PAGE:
"Response to Francis Fukuyama's 'Second Thoughts'," National Interest, no. 56 (Summer 1999): 34-35.
It is a pleasure to comment again on Fukuyama’s remarkable article of ten years ago. I continue to think “The End of History” to be an overinterpretation of the fall of communism, but I also still wonder at the ingenuity and breadth of the author. Fukuyama, with his knowledge of philosophy, easily surpasses the political science theorists who possess nothing but second-hand Kant, or misread snippets from Thucydides, and whose constructions remind one of an immense suburban development of small houses, all built to be at once the same and different. He also seems to have read The Economist for the past several centuries, and remembered it. The best I can do, by contrast, is to speak from above the facts and arguments he marshals.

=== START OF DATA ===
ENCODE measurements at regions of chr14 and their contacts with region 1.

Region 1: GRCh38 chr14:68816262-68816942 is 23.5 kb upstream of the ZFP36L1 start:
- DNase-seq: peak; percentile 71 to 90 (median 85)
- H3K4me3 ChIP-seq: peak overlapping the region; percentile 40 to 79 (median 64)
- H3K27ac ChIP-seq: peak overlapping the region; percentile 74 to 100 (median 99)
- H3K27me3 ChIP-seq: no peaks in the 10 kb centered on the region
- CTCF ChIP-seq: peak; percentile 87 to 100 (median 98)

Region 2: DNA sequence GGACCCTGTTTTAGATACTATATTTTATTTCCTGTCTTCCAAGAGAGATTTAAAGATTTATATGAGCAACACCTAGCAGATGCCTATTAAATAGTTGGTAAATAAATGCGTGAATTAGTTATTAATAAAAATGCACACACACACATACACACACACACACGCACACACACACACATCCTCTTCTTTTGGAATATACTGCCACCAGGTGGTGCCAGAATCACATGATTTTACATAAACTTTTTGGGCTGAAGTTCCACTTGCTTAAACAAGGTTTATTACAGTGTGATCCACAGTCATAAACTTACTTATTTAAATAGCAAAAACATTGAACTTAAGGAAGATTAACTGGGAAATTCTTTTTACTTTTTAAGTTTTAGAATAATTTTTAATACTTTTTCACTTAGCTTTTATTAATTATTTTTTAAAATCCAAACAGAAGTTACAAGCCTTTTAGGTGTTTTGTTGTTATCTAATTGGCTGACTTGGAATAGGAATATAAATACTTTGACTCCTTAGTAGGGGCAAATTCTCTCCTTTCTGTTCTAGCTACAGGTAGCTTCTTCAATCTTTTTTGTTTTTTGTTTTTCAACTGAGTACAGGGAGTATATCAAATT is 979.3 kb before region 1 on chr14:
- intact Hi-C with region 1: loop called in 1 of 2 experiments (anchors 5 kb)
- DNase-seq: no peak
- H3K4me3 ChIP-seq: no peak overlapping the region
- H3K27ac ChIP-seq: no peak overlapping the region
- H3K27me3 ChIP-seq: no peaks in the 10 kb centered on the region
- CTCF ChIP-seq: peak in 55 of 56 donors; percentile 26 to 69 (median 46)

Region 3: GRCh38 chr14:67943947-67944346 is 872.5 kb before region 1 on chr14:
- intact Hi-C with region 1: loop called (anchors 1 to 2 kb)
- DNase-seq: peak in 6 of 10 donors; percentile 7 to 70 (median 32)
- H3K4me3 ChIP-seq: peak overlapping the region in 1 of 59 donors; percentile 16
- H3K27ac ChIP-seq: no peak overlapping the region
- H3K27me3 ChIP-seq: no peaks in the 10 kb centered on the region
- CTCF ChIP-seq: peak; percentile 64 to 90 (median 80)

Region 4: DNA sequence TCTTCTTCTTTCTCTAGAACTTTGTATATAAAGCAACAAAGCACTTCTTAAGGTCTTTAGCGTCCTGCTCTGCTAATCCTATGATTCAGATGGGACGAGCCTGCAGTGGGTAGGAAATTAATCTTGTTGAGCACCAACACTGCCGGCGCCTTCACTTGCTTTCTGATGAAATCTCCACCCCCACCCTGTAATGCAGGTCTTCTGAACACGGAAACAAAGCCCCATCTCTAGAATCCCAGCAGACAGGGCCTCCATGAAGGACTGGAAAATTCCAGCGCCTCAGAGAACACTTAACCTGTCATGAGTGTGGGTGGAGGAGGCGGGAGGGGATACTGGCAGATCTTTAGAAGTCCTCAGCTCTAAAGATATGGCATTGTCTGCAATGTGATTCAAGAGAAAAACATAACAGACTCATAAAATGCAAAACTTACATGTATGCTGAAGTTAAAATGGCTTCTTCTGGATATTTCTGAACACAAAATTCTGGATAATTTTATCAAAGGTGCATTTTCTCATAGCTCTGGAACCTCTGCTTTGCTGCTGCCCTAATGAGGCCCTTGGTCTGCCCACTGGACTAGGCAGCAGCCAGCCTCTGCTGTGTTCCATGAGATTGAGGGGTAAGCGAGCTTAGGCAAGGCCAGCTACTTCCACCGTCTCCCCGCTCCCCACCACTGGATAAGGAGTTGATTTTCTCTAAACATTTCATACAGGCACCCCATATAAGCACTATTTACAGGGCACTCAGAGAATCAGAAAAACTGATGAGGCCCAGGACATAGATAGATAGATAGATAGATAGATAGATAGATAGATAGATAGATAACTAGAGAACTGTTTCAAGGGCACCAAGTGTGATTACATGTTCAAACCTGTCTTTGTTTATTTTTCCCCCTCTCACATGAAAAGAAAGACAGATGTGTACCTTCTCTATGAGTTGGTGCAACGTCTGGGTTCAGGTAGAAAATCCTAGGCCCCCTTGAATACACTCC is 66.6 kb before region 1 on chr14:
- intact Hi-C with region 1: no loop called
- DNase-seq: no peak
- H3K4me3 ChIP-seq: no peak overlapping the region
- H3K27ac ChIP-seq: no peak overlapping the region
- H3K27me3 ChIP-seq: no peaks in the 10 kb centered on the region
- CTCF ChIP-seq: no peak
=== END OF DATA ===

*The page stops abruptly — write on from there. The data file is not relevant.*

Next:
As Fukuyama says, his article and book on the end of history have been relentlessly criticized, but he is too modest to add that they have been universally read. The reason they cannot be ignored or dismissed is that they embody our hopes as well as our doubts, both of which Fukuyama has brilliantly expressed. The “end of history” makes sense of our belief in progress because progress, if it goes toward a better life, must have an end in perfect life. A society that is perfectible must have a perfection. Without an end to history we could never know whether history was going forward, as we believe, or going backward.